This paper highlights some of the tensions faced in public libraries in the United Kingdom between the desires to support patrons’ rights to privacy and freedom of expressions, versus the reality of modern practice. Considering both privacy and freedom of expression as ethical concepts, it then discusses some examples from the UK where the tensions between privacy and freedom of expression manifest in practice, including around filtering and government initiatives to tackle extremism, as well as issues around cloud storage of user data. It concludes with a discussion on how public libraries and the profession in the UK must struggle to balance the competing interests of patrons and the state, and encourages the profession to address the tensions head on by regular and rigorous debate as to the issues.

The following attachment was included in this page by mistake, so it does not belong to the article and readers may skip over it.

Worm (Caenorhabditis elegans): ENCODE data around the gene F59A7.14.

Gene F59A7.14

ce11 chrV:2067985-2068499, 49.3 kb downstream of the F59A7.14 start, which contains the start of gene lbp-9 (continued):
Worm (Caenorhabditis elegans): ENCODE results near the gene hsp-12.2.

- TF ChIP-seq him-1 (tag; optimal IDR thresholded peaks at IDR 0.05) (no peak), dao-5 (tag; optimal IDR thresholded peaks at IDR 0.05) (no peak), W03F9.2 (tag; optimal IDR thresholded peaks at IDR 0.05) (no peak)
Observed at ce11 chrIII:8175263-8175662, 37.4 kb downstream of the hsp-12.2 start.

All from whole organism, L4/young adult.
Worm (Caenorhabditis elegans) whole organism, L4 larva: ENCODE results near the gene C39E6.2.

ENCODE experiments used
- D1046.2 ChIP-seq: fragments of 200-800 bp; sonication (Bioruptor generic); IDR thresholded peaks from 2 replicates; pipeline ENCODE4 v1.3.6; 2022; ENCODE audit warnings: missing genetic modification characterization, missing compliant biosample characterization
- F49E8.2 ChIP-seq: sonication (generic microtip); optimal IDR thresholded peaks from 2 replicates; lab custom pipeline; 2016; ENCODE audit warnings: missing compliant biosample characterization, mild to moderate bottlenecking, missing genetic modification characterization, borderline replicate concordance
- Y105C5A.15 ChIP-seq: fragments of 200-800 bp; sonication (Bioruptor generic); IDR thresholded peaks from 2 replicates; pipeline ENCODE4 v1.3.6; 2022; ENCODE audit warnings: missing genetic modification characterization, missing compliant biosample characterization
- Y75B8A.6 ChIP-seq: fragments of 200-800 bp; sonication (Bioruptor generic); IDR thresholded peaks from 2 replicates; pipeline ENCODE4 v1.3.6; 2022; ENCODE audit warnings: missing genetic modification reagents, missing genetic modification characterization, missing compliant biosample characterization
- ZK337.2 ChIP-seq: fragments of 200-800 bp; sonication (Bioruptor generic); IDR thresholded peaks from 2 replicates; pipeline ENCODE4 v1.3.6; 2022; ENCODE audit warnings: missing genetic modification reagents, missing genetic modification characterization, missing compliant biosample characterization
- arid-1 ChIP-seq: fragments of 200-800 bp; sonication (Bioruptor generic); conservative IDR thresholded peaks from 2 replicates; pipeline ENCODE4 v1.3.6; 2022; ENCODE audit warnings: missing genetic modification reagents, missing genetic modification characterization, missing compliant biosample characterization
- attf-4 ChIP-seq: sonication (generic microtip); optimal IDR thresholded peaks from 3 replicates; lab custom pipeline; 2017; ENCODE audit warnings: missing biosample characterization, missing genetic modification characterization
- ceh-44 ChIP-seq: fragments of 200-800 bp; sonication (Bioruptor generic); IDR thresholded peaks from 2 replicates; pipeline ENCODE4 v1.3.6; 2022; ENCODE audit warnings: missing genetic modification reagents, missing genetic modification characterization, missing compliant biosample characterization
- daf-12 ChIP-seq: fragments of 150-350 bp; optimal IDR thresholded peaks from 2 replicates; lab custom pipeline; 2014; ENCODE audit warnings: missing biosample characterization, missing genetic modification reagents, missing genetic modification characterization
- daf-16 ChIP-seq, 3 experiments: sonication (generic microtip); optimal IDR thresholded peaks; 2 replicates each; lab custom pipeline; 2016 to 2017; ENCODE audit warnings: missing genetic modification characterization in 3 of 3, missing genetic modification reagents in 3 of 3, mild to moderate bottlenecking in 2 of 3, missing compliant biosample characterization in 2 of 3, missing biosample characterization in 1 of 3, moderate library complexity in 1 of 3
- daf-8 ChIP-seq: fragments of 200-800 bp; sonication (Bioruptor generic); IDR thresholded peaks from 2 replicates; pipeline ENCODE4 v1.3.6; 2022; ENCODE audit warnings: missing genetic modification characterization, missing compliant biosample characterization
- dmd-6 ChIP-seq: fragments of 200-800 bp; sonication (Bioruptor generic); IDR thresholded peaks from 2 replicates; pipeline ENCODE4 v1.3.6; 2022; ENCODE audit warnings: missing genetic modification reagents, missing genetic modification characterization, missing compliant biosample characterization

|Number of pages||9|
|Publication status||Published - 16 Aug 2016|
|Event||IFLA World Library and Information Congress: 82nd IFLA General Conference and Assembly - Greater Columbus Convention Center, Columbus, United States|
Duration: 13 Aug 2016 → 19 Aug 2016
Conference number: 82
|Conference||IFLA World Library and Information Congress|
|Period||13/08/16 → 19/08/16|
- freedom of expression
- public libraries
- human rights
- data protection
- internet filtering
McMenemy, D. (2016). Rights to privacy and freedom of expression in public libraries: squaring the circle. 1-9. Paper presented at IFLA World Library and Information Congress, Columbus, United States.